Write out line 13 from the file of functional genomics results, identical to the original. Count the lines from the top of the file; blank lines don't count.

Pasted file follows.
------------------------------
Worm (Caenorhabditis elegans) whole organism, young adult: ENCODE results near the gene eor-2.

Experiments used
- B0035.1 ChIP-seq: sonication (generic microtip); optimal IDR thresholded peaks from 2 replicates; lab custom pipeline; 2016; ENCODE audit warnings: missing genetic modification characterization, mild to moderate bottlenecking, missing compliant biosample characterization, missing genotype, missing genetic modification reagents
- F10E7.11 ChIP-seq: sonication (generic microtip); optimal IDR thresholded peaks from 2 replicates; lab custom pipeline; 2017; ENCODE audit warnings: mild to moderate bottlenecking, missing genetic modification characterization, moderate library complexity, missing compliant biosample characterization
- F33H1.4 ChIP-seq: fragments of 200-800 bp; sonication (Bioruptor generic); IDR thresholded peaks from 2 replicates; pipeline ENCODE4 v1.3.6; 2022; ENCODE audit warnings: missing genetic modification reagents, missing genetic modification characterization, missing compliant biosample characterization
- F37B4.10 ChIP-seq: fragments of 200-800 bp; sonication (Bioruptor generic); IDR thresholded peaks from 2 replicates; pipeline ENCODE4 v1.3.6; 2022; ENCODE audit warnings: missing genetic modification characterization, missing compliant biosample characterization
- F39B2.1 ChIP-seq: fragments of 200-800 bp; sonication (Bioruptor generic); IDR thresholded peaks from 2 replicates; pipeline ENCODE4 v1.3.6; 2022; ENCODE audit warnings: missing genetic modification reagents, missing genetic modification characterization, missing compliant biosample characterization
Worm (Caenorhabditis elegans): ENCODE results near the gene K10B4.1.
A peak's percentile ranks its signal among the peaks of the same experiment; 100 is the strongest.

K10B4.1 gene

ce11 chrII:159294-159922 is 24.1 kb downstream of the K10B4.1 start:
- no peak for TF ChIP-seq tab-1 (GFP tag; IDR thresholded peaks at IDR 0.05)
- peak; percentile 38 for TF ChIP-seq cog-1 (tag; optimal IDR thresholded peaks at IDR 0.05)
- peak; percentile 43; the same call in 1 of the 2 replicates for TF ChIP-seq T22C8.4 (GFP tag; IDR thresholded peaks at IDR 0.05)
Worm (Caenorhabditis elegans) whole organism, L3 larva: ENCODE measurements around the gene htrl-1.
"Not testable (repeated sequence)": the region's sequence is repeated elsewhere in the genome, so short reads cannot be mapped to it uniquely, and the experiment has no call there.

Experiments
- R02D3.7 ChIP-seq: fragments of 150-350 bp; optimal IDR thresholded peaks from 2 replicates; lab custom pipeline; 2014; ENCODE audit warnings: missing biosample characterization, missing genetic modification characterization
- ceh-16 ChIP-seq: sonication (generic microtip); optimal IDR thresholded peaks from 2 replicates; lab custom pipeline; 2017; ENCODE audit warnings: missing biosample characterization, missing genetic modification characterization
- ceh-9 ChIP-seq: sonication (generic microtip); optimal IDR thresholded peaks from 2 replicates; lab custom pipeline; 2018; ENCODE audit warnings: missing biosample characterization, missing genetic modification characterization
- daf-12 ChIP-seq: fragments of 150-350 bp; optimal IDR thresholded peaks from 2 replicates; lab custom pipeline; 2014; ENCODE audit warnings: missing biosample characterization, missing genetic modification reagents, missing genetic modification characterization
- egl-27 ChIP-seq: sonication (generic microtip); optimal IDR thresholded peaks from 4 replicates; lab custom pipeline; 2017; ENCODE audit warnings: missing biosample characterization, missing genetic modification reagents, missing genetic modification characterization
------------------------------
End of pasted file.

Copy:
- peak; percentile 38 for TF ChIP-seq cog-1 (tag; optimal IDR thresholded peaks at IDR 0.05)